The combined effect of visual impairment and cognitive impairment on disability in older people.
OBJECTIVES: To determine the risk of disability in individuals with coexisting visual and cognitive impairment and to compare the magnitude of risk associated with visual impairment, cognitive impairment, or the multimorbidity. DESIGN: Prospective cohort. SETTING: North Carolina. PARTICIPANTS: Three thousand eight hundred seventy-eight participants in the North Carolina Established Populations for the Epidemiologic Studies of the Elderly with nonmissing visual status, cognitive status, and disability status data at baseline MEASUREMENTS: Short Portable Mental Status Questionnaire (cognitive impairment defined as > or =4 errors), self reported visual acuity (visual impairment defined as inability to see well enough to recognize a friend across the street or to read newspaper print), demographic and health-related variables, disability status (activities of daily living (ADLs), instrumental activities of daily living (IADLs), mobility), death, and time to nursing home placement. RESULTS: Participants with coexisting visual and cognitive impairment were at greater risk of IADL disability (odds ratio (OR)=6.50, 95% confidence interval (CI)=4.34-9.75), mobility disability (OR=4.04, 95% CI=2.49-6.54), ADL disability (OR=2.84, 95% CI=1.87-4.32), and incident ADL disability (OR=3.66, 95%, CI=2.36-5.65). In each case, the estimated OR associated with the multimorbidity was greater than the estimated OR associated with visual or cognitive impairment alone, a pattern that was not observed for other adverse outcomes assessed. No significant interactions were observed between cognitive impairment and visual impairment as predictors of disability status. CONCLUSION: Individuals with coexisting visual impairment and cognitive impairment are at high risk of disability, with each condition contributing additively to disability risk. Further study is needed to improve functional trajectories in patients with this prevalent multimorbidity. When visual or cognitive impairment is present, efforts to maximize the other function may be beneficial.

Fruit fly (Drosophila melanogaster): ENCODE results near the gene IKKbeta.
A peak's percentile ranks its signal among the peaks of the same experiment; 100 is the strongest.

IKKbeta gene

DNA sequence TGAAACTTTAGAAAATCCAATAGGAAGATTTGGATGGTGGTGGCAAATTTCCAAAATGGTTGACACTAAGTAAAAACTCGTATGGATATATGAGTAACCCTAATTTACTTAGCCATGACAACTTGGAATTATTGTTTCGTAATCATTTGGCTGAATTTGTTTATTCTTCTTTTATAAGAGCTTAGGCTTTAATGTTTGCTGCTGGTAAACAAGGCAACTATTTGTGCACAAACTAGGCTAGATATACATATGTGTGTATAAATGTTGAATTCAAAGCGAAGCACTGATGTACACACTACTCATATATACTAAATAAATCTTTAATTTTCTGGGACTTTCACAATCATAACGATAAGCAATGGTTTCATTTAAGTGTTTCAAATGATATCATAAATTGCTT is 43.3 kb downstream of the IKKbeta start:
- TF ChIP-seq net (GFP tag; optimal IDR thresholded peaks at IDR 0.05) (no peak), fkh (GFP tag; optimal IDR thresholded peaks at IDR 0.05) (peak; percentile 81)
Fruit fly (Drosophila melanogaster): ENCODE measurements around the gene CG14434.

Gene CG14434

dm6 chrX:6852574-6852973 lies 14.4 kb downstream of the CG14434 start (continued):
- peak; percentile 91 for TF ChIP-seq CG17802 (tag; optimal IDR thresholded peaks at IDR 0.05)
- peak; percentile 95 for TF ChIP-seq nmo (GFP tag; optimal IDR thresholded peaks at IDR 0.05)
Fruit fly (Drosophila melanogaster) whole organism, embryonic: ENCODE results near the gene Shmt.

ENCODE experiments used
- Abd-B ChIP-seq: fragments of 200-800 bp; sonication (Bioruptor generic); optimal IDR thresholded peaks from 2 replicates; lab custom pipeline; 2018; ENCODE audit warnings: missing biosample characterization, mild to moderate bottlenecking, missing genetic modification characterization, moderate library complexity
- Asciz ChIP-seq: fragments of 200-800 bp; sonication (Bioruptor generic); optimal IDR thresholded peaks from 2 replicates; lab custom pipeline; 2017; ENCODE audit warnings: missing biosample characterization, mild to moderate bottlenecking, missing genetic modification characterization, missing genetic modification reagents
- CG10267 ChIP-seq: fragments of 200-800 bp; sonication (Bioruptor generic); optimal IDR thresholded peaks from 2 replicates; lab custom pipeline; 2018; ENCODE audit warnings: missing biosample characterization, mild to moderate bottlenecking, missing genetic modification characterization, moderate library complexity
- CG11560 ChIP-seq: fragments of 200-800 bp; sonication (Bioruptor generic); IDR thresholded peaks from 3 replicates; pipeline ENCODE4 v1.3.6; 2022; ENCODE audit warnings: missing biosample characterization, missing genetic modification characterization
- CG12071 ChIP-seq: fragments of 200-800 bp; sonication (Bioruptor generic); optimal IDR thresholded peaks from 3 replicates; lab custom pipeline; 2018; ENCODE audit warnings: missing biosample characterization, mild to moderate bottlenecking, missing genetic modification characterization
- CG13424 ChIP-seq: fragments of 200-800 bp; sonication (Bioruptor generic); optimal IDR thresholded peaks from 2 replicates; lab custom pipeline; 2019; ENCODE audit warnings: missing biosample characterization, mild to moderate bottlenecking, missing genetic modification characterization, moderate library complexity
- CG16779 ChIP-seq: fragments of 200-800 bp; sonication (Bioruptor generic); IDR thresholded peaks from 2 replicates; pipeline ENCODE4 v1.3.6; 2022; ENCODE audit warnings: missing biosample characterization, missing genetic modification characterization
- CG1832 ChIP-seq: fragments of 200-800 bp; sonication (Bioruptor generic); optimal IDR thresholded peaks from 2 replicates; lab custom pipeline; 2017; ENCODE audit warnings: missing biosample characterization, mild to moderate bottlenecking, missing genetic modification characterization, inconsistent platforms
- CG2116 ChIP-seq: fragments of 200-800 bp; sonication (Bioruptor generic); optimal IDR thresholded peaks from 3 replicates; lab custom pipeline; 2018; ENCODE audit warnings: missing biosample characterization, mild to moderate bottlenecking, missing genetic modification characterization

Whitson, HE; Cousins, SW; Burchett, BM; Hybels, CF; Pieper, CF; Cohen, HJ
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